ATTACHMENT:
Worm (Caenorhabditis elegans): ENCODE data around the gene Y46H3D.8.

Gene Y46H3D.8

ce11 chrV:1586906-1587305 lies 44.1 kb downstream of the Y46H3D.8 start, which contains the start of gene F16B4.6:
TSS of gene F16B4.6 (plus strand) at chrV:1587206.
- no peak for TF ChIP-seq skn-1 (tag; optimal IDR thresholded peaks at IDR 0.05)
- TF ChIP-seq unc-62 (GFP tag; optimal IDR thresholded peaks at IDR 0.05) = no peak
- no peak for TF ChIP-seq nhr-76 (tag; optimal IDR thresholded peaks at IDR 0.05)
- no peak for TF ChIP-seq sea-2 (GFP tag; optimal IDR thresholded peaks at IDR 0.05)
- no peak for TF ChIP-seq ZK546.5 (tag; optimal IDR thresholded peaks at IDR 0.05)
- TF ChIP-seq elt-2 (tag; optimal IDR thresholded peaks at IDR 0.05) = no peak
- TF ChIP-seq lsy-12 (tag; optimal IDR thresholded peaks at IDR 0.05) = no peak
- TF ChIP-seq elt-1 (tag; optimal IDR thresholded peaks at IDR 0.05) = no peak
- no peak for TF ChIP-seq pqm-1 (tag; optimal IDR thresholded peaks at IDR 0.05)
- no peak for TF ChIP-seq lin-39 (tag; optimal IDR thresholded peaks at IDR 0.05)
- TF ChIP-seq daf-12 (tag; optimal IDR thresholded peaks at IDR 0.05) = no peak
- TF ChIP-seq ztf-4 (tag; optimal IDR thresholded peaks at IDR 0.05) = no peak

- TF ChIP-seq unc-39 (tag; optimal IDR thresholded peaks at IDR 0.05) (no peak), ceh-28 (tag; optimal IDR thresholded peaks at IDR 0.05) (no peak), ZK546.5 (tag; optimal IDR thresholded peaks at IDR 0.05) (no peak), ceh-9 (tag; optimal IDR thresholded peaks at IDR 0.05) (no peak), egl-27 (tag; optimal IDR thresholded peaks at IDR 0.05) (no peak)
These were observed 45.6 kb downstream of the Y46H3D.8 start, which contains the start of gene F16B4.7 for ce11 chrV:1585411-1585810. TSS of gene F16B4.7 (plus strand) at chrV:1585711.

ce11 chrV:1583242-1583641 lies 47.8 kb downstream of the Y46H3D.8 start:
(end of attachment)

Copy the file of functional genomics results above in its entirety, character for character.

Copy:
Worm (Caenorhabditis elegans): ENCODE data around the gene Y46H3D.8.

Gene Y46H3D.8

ce11 chrV:1586906-1587305 lies 44.1 kb downstream of the Y46H3D.8 start, which contains the start of gene F16B4.6:
TSS of gene F16B4.6 (plus strand) at chrV:1587206.
- no peak for TF ChIP-seq skn-1 (tag; optimal IDR thresholded peaks at IDR 0.05)
- TF ChIP-seq unc-62 (GFP tag; optimal IDR thresholded peaks at IDR 0.05) = no peak
- no peak for TF ChIP-seq nhr-76 (tag; optimal IDR thresholded peaks at IDR 0.05)
- no peak for TF ChIP-seq sea-2 (GFP tag; optimal IDR thresholded peaks at IDR 0.05)
- no peak for TF ChIP-seq ZK546.5 (tag; optimal IDR thresholded peaks at IDR 0.05)
- TF ChIP-seq elt-2 (tag; optimal IDR thresholded peaks at IDR 0.05) = no peak
- TF ChIP-seq lsy-12 (tag; optimal IDR thresholded peaks at IDR 0.05) = no peak
- TF ChIP-seq elt-1 (tag; optimal IDR thresholded peaks at IDR 0.05) = no peak
- no peak for TF ChIP-seq pqm-1 (tag; optimal IDR thresholded peaks at IDR 0.05)
- no peak for TF ChIP-seq lin-39 (tag; optimal IDR thresholded peaks at IDR 0.05)
- TF ChIP-seq daf-12 (tag; optimal IDR thresholded peaks at IDR 0.05) = no peak
- TF ChIP-seq ztf-4 (tag; optimal IDR thresholded peaks at IDR 0.05) = no peak

- TF ChIP-seq unc-39 (tag; optimal IDR thresholded peaks at IDR 0.05) (no peak), ceh-28 (tag; optimal IDR thresholded peaks at IDR 0.05) (no peak), ZK546.5 (tag; optimal IDR thresholded peaks at IDR 0.05) (no peak), ceh-9 (tag; optimal IDR thresholded peaks at IDR 0.05) (no peak), egl-27 (tag; optimal IDR thresholded peaks at IDR 0.05) (no peak)
These were observed 45.6 kb downstream of the Y46H3D.8 start, which contains the start of gene F16B4.7 for ce11 chrV:1585411-1585810. TSS of gene F16B4.7 (plus strand) at chrV:1585711.

ce11 chrV:1583242-1583641 lies 47.8 kb downstream of the Y46H3D.8 start: